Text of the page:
IUI (Intra-Uterine Insemination)
Intrauterine insemination (IUI) is the process of preparing a sperm specimen to concentrate it for the most active motile sperm and placing the washed sperm into the uterus as close as possible to the tubal opening.
Intrauterine insemination is often recommended because studies have shown that pregnancy is more likely to occur if timing of exposure to sperm is controlled, and if sperm is placed in higher numbers closer to the egg or eggs.
There are many techniques available for preparing the sperm. The goal in sperm processing is to separate the sperm cells from the seminal fluid, fluid that can be irritating to the uterine lining. In the process, the most active, motile sperm are concentrated and separated from dead sperm, cellular debris and bacteria.
The sperm can be collected at home and brought within one hour to the office or can be produced in a clinic's sperm collection room. The laboratory will then perform a sperm count and motility evaluation and prepare the sperm. The usual preparation procedure takes about one hour. After preparation, the sperm concentrate is placed into the uterus, through the cervix, using a small catheter (Insert picture of IUI catheter). The actual insemination process takes approximately 5 to 10 minutes.
In the vast majority of cases, IUI is a completely painless process. Some inseminations are accompanied by cramping, but this is usually very mild and transient. It is not necessary to remain lying down after the procedure and you may immediately resume your usual activities. Many times, couples are encouraged to have intercourse on the day or evening of insemination to further increase chances for conception
After consultation with your fertility physician, a treatment plan is usually made between you and your physician. The status of the fallopian tubes needs to be determined in most cases, ovulation needs to be verified and the quality of the sperm assessed. It is optimal for men to abstain from ejaculation for 1 to 3 days prior to the anticipated IUI. Abstaining for more than 5 days can result in decreased motility.
Whether or not to use fertility medications along with the IUI treatment depends on your diagnosis and your age. The type of fertility medications recommended will also depend on age and diagnosis. Younger women with no known ovulation problems might be offered progressively more aggressive treatment, such as:
Women over 35 years of age with no known ovulation problems are more likely to be encouraged to skip the clomiphene citrate and proceed more aggressively to gonadotropin treatment, or to consider only two or three cycles at each step.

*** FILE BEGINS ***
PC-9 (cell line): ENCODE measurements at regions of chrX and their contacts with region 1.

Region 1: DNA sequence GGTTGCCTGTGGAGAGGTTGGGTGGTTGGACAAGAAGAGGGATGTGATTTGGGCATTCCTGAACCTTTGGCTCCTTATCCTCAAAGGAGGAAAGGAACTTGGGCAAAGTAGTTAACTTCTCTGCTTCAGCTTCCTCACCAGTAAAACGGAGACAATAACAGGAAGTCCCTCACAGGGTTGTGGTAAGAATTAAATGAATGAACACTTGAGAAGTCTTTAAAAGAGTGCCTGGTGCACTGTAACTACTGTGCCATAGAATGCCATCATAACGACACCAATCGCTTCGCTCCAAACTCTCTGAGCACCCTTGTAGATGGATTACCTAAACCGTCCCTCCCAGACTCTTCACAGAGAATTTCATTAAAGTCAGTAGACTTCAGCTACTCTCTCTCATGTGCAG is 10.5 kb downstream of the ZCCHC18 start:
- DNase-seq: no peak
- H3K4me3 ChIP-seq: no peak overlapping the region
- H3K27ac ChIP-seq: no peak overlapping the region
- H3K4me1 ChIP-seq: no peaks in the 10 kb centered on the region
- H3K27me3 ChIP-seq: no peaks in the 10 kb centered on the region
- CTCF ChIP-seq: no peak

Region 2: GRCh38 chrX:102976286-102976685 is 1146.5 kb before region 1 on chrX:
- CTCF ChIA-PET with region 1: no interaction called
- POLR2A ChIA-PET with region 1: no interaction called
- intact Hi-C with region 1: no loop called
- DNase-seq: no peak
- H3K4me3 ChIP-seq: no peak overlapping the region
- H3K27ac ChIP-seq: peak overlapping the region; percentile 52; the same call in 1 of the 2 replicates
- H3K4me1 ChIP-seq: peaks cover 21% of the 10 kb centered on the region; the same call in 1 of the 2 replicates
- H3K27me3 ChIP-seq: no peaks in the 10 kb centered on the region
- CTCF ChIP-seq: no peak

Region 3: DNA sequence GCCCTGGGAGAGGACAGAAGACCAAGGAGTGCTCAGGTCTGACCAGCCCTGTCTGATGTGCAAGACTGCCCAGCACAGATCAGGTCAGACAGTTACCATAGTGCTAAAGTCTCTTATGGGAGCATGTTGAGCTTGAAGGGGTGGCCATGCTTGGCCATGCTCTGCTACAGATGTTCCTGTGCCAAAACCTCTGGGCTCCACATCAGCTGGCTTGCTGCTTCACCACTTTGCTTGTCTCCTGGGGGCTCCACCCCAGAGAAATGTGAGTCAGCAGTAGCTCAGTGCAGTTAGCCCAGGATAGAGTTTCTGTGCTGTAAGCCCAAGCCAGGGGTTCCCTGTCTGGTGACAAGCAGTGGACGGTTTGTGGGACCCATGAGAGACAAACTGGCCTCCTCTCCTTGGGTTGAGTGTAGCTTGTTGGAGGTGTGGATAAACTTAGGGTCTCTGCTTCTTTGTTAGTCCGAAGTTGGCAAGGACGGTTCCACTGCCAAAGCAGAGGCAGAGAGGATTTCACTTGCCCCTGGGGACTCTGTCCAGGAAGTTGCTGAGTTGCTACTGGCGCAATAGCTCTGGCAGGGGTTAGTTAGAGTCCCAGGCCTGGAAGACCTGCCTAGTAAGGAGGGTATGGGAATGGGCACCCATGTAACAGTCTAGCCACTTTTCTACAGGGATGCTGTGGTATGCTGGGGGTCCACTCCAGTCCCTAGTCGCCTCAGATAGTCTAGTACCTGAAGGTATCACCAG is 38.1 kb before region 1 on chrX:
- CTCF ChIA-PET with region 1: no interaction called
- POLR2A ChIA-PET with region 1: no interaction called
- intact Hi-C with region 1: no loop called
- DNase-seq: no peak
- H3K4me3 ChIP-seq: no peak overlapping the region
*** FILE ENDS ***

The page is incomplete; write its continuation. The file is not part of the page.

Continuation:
Even with natural conception the probabilities of getting pregnant in any one month, even under ideal circumstances, are low (around 25% of young couples with no known fertility problems will get pregnant in any one cycle). This means that if a treatment is going to be successful, whether it is clomiphene or IUI or in-vitro fertilization, it usually requires at least three tries to know if there has been any improvement in the chances. As far as we know, the chances per cycle for a group undergoing IUI will never be better than natural fertility, which is approximately 25% per month. For women over 40, women with elevated FSH levels, or when sperm are compromised in number or function, chances are much lower.
How long to stay with any treatment is an important decision for you to make. Your decision may be based on any number of factors, including your age, reason for infertility, cost of treatment, your patience, or your willingness to be more aggressive. All of these factors need to be considered. If your strongest wish is to have the least intervention possible, then a less aggressive approach can be offered for longer intervals. If your desire is for the most aggressive approach with the highest likelihood of success, then your treatment plan may be different.
There is a <1% chance of pelvic infection with intrauterine insemination. If using fertility medications, there are possible medication side effects to consider such as ovarian hyperstimulation syndrome
Options for treatment in the cases where IUI is not resulting in successful conception vary from individual to individual. For some, in-vitro fertilization is the ultimate test of the ability of the sperm to fertilize, and provides for the most controlled environment for maximizing chances for pregnancy. For others, egg donation or adoption will offer the highest likelihood for parenting. A consideration of resources, including time, effort, and expense, as well as probabilities, will help to determine choices.
If you are not pregnant within an appropriate number of tries, it is important to schedule a consult visit or a phone consultation with your reproductive endocrinology physician, to review the progress and discuss alternatives